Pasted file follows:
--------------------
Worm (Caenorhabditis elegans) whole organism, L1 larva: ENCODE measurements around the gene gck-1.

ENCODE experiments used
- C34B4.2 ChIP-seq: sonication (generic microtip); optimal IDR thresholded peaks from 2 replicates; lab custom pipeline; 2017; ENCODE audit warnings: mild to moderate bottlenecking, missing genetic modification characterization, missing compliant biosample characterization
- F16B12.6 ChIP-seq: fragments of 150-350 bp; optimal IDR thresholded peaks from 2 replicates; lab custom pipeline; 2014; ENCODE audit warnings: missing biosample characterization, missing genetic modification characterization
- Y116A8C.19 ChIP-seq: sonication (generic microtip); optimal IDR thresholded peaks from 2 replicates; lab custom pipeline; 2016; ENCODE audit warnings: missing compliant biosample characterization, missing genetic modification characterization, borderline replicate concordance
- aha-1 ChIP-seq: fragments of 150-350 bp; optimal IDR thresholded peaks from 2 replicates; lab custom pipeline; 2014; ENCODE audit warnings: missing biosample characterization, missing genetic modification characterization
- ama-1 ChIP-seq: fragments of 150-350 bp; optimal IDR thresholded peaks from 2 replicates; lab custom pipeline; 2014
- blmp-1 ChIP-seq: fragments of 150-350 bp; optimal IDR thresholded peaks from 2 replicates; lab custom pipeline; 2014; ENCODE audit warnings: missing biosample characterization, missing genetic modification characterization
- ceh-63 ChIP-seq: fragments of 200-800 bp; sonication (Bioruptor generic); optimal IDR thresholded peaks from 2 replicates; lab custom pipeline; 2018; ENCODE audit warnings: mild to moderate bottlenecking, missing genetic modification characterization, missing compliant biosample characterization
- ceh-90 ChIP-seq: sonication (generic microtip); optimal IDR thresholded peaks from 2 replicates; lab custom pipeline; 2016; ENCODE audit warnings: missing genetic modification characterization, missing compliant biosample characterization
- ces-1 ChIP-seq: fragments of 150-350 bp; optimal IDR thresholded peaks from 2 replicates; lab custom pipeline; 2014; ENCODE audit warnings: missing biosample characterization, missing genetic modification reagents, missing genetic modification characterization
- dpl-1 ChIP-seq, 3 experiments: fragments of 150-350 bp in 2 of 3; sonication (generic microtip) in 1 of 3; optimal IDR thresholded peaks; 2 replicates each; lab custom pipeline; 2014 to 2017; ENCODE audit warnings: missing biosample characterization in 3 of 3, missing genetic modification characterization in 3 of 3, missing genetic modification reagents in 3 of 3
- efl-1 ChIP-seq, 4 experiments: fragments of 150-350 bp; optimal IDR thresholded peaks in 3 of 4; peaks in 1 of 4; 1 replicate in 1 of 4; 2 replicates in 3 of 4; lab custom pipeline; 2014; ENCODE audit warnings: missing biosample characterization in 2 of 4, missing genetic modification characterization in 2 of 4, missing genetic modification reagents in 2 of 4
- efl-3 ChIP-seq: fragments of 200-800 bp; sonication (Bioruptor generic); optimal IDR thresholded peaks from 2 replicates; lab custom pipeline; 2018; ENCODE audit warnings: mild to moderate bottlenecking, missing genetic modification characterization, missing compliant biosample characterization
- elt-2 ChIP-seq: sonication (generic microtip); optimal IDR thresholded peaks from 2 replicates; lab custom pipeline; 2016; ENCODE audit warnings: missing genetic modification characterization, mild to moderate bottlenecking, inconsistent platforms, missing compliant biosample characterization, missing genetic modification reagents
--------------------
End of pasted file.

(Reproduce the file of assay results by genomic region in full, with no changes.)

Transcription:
Worm (Caenorhabditis elegans) whole organism, L1 larva: ENCODE measurements around the gene gck-1.

ENCODE experiments used
- C34B4.2 ChIP-seq: sonication (generic microtip); optimal IDR thresholded peaks from 2 replicates; lab custom pipeline; 2017; ENCODE audit warnings: mild to moderate bottlenecking, missing genetic modification characterization, missing compliant biosample characterization
- F16B12.6 ChIP-seq: fragments of 150-350 bp; optimal IDR thresholded peaks from 2 replicates; lab custom pipeline; 2014; ENCODE audit warnings: missing biosample characterization, missing genetic modification characterization
- Y116A8C.19 ChIP-seq: sonication (generic microtip); optimal IDR thresholded peaks from 2 replicates; lab custom pipeline; 2016; ENCODE audit warnings: missing compliant biosample characterization, missing genetic modification characterization, borderline replicate concordance
- aha-1 ChIP-seq: fragments of 150-350 bp; optimal IDR thresholded peaks from 2 replicates; lab custom pipeline; 2014; ENCODE audit warnings: missing biosample characterization, missing genetic modification characterization
- ama-1 ChIP-seq: fragments of 150-350 bp; optimal IDR thresholded peaks from 2 replicates; lab custom pipeline; 2014
- blmp-1 ChIP-seq: fragments of 150-350 bp; optimal IDR thresholded peaks from 2 replicates; lab custom pipeline; 2014; ENCODE audit warnings: missing biosample characterization, missing genetic modification characterization
- ceh-63 ChIP-seq: fragments of 200-800 bp; sonication (Bioruptor generic); optimal IDR thresholded peaks from 2 replicates; lab custom pipeline; 2018; ENCODE audit warnings: mild to moderate bottlenecking, missing genetic modification characterization, missing compliant biosample characterization
- ceh-90 ChIP-seq: sonication (generic microtip); optimal IDR thresholded peaks from 2 replicates; lab custom pipeline; 2016; ENCODE audit warnings: missing genetic modification characterization, missing compliant biosample characterization
- ces-1 ChIP-seq: fragments of 150-350 bp; optimal IDR thresholded peaks from 2 replicates; lab custom pipeline; 2014; ENCODE audit warnings: missing biosample characterization, missing genetic modification reagents, missing genetic modification characterization
- dpl-1 ChIP-seq, 3 experiments: fragments of 150-350 bp in 2 of 3; sonication (generic microtip) in 1 of 3; optimal IDR thresholded peaks; 2 replicates each; lab custom pipeline; 2014 to 2017; ENCODE audit warnings: missing biosample characterization in 3 of 3, missing genetic modification characterization in 3 of 3, missing genetic modification reagents in 3 of 3
- efl-1 ChIP-seq, 4 experiments: fragments of 150-350 bp; optimal IDR thresholded peaks in 3 of 4; peaks in 1 of 4; 1 replicate in 1 of 4; 2 replicates in 3 of 4; lab custom pipeline; 2014; ENCODE audit warnings: missing biosample characterization in 2 of 4, missing genetic modification characterization in 2 of 4, missing genetic modification reagents in 2 of 4
- efl-3 ChIP-seq: fragments of 200-800 bp; sonication (Bioruptor generic); optimal IDR thresholded peaks from 2 replicates; lab custom pipeline; 2018; ENCODE audit warnings: mild to moderate bottlenecking, missing genetic modification characterization, missing compliant biosample characterization
- elt-2 ChIP-seq: sonication (generic microtip); optimal IDR thresholded peaks from 2 replicates; lab custom pipeline; 2016; ENCODE audit warnings: missing genetic modification characterization, mild to moderate bottlenecking, inconsistent platforms, missing compliant biosample characterization, missing genetic modification reagents